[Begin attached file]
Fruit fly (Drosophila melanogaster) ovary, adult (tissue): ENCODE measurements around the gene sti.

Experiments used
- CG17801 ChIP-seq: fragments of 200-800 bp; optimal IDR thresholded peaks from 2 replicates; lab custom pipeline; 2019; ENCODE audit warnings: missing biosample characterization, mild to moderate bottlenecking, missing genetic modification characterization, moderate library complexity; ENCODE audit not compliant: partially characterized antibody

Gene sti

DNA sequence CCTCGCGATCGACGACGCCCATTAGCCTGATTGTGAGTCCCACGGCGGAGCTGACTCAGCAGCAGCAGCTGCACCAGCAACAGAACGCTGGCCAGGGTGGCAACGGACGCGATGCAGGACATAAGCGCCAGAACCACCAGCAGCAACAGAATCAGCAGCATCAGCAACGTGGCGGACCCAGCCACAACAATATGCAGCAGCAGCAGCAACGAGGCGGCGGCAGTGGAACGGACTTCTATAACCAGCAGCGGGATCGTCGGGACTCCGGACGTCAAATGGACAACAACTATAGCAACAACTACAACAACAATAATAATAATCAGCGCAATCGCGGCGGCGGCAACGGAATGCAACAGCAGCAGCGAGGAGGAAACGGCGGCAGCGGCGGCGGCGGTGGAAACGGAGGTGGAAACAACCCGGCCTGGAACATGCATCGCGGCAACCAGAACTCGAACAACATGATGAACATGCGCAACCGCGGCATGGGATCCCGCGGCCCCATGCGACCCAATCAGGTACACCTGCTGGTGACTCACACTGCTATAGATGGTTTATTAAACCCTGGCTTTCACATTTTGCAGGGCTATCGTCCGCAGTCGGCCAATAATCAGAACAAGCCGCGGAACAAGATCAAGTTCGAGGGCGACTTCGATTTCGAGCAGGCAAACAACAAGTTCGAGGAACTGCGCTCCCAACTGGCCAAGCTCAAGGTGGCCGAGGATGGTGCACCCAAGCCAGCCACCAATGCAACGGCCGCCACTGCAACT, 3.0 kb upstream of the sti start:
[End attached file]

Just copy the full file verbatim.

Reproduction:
Fruit fly (Drosophila melanogaster) ovary, adult (tissue): ENCODE measurements around the gene sti.

Experiments used
- CG17801 ChIP-seq: fragments of 200-800 bp; optimal IDR thresholded peaks from 2 replicates; lab custom pipeline; 2019; ENCODE audit warnings: missing biosample characterization, mild to moderate bottlenecking, missing genetic modification characterization, moderate library complexity; ENCODE audit not compliant: partially characterized antibody

Gene sti

DNA sequence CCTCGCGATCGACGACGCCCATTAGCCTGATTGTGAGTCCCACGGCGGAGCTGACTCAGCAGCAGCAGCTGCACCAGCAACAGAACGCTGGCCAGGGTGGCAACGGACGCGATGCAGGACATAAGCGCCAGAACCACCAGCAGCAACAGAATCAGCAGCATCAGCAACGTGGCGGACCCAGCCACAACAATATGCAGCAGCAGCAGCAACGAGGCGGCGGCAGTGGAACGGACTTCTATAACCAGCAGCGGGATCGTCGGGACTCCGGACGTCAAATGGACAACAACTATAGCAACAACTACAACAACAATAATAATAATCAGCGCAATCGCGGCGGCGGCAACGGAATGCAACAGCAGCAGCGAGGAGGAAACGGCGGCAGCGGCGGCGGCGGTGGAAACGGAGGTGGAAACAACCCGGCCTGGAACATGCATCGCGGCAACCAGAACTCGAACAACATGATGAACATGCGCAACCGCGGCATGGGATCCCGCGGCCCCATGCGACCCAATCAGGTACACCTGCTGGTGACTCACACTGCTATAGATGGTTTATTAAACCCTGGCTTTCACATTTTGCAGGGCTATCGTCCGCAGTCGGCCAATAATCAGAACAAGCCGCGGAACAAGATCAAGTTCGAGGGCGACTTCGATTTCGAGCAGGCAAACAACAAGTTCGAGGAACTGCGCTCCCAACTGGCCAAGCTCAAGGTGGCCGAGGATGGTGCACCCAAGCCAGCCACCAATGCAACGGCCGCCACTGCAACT, 3.0 kb upstream of the sti start: